"It guts the RIA industry," says Brian Hamburger, founder of MarketCounsel, a regulatory compliance consulting firm. "RIAs are not fiduciaries anymore."
A Registered Investment Advisor (RIA) is a person or firm who advises high-net-worth individuals on investments and manages their portfolios.
As part of the Regulation Best Interest rules package, the SEC revised its interpretation of an RIA’s fiduciary duty. Previously, advisors had to seek to avoid conflicts of interest and make a full disclosure of all material conflicts of interest. The SEC changed the "and" to an "or."
That alteration "weakens the existing fiduciary standard by suggesting that liability for nearly all conflicts can be avoided through disclosure," SEC Investor Advocate Rick Fleming said in a statement critiquing the rule-making package.
"I do not believe this is what an investor would reasonably expect from a fiduciary, nor does it align with the ways that real-world investment advisors tend to view (and describe) their fiduciary obligation," Fleming said.
The broader implications could be far-reaching. If, over time, the fiduciary downgrade erodes the quality of service provided by the RIA industry, as numerous experts predict, it could depress the value of all RIAs. Client assets for RIAs, including hybrids, grew at a compound annual rate of 8.6% from 2007 to 2017 compared to 4.1% for broker-dealers, including independent broker-dealers and insurance advisors, according to Cerulli. Many industry insiders credit this fast growth as stemming from the high legal standard the commission has required of RIAs. But the SEC’s revision could undermine independent advisors’ advantage in the marketplace.
The commission has rendered the definition of fiduciary "meaningless," says Barbara Roper, director of investor protection at the Consumer Federation of America. In his own statement, the one commissioner who dissented from the majority in the vote, Robert Jackson, writes that, "the commission today concludes that investment advisors are not true fiduciaries."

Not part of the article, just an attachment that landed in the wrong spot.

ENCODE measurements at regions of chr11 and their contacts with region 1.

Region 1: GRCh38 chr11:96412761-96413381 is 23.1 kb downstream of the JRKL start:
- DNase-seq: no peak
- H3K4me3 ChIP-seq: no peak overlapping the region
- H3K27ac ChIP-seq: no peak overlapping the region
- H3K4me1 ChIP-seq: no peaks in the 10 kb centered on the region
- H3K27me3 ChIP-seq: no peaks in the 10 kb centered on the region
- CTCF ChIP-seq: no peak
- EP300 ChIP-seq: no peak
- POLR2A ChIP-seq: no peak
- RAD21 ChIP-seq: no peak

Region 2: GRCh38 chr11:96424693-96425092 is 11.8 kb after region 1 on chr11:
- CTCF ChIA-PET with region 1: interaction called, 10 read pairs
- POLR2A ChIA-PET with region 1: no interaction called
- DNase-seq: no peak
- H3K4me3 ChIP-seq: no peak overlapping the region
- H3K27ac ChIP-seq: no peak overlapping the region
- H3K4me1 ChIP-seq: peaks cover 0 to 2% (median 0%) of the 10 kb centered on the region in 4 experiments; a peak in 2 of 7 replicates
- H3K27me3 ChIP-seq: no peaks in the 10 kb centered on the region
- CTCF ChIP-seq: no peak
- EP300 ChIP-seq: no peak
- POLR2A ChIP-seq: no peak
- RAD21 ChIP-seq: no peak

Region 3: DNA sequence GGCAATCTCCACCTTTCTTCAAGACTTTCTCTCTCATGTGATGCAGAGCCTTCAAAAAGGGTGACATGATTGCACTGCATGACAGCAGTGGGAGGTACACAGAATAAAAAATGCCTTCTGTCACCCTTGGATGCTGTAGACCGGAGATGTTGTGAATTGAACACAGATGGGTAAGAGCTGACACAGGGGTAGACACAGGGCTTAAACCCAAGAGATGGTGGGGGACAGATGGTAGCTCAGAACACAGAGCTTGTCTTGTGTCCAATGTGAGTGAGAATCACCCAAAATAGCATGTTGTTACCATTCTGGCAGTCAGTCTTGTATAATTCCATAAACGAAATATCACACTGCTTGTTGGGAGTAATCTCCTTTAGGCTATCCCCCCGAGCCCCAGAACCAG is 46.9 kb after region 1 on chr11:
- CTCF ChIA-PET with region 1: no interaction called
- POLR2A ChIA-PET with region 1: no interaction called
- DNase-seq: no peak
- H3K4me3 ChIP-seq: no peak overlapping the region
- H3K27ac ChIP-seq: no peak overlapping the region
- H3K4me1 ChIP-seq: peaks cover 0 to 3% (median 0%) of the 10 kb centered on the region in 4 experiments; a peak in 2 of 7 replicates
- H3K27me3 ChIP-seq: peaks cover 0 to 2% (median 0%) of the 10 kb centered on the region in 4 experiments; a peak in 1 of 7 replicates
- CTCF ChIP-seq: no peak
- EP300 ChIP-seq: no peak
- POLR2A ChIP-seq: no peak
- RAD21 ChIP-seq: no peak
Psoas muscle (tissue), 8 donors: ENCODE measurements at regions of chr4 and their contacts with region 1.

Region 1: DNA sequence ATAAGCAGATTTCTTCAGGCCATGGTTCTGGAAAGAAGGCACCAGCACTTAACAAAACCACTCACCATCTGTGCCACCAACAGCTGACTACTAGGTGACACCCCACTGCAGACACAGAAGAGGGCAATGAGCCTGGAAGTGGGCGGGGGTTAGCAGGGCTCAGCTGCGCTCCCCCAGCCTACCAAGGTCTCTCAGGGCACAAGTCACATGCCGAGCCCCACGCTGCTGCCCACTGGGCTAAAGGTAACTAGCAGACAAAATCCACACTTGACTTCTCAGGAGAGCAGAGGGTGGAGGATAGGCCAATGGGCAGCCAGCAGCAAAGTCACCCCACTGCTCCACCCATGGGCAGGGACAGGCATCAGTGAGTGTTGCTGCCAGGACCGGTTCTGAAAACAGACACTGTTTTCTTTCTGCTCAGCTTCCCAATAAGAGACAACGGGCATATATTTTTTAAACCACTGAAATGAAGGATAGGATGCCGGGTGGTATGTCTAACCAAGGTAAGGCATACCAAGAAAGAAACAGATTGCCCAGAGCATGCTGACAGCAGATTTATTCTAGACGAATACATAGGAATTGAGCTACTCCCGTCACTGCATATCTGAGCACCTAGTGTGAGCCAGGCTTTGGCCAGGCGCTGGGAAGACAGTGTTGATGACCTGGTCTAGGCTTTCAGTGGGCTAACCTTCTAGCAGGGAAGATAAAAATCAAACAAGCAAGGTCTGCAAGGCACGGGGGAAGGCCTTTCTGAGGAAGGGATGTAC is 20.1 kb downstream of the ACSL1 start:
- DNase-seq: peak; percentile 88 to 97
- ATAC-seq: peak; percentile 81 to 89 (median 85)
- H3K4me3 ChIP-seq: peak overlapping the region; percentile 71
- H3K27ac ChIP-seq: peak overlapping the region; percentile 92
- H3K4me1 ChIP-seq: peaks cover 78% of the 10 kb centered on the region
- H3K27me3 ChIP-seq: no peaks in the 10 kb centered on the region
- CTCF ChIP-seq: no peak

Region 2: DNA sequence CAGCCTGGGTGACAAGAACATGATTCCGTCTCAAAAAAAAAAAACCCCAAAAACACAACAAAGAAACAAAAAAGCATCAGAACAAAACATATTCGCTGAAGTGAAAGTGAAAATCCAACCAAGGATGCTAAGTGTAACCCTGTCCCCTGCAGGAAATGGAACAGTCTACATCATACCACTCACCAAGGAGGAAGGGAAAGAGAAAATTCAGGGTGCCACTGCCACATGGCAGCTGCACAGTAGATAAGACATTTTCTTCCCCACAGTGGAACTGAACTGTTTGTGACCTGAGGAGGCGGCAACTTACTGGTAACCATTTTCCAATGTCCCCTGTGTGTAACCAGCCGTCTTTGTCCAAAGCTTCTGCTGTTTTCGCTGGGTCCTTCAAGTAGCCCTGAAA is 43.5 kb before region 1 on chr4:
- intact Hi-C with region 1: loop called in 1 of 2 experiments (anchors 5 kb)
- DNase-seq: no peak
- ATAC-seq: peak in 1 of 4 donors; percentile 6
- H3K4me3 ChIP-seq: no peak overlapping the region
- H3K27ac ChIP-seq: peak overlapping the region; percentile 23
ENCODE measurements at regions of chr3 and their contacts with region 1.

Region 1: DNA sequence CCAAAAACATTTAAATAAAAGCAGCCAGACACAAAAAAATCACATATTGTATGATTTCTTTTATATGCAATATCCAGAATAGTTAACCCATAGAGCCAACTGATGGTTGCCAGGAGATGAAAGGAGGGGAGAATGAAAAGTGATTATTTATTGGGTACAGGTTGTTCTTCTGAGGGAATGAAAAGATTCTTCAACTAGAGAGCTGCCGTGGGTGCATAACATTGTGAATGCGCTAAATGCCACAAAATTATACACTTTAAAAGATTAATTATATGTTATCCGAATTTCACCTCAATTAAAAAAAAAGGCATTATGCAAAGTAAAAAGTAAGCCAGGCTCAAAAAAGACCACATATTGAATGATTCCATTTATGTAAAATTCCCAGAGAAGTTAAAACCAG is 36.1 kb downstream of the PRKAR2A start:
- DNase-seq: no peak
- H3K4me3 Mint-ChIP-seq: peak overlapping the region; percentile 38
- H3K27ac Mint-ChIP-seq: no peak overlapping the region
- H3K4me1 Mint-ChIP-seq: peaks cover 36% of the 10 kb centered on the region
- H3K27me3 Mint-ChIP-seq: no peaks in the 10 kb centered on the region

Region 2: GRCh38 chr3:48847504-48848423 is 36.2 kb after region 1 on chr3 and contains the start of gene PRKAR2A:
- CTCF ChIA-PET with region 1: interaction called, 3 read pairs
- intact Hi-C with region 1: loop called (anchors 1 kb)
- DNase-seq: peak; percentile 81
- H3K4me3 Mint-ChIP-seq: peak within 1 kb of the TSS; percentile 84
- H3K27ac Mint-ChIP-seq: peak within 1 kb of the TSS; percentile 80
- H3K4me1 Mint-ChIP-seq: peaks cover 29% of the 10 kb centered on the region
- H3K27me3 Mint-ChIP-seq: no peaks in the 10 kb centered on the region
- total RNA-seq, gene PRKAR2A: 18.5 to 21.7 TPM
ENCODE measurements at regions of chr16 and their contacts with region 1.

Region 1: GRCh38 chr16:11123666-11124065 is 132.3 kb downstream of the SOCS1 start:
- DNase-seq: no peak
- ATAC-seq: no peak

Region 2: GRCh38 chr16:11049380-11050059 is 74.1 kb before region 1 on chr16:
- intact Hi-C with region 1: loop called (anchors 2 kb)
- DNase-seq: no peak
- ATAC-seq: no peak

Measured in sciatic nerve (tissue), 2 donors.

Chairman Jay Clayton, who along with two other commissioners voted for the change, asserts otherwise, describing the new guidance as "reaffirming — and in some instances clarifying — the fiduciary duty investment advisers owe to their clients." "This rule-making package," Clayton says in the SEC’s announcement, "will bring the legal requirements and mandated disclosures for broker-dealers and investment advisers in line with reasonable investor expectations, while simultaneously preserving retail investors’ access to a range of products and services at a reasonable cost."
Indeed, the overall rules package passed last week, which included Regulation Best Interest and Form CRS, placed a heavy emphasis on disclosure.
The inescapable problem with disclosure, long demonstrated in academic studies, is that it does not protect investors from advisors bent on harming them, experts say.
"We all know consumers read glossy sales literature and not disclosure documents that are dozens and hundreds of pages long with dense language written by lawyers," says Ric Edelman, co-founder of Edelman Financial Engines, one of the largest RIAs in the country with about $200 billion in client assets under management. "Clients accept the verbal assertions of their advisor rather than reading prospectuses. It is therefore essential that the advisors be required to behave as fiduciaries, rather than disclose away behaviors that are not in the best interests of their clients."
Edelman calls the commission’s revision Orwellian. "This is doublespeak and this is very worrisome that the government has overtly created a confusing landscape that will only serve to harm investors," he says.
In response, the SEC provided the following statement: "Our rules and interpretations are designed to enhance the quality and transparency of retail investors’ relationships with investment advisors and broker-dealers, and preserve access (in terms of choice and cost) to a variety of types of advice relationships and investment products. Our fiduciary interpretation in no way weakens the existing fiduciary duty; rather, it reflects how the commission and its staff have applied and enforced the law in this area."
The commission did not elaborate when asked how a change that makes the mitigation of conflicts of interest voluntary either preserves or strengthens RIAs' fiduciary duty.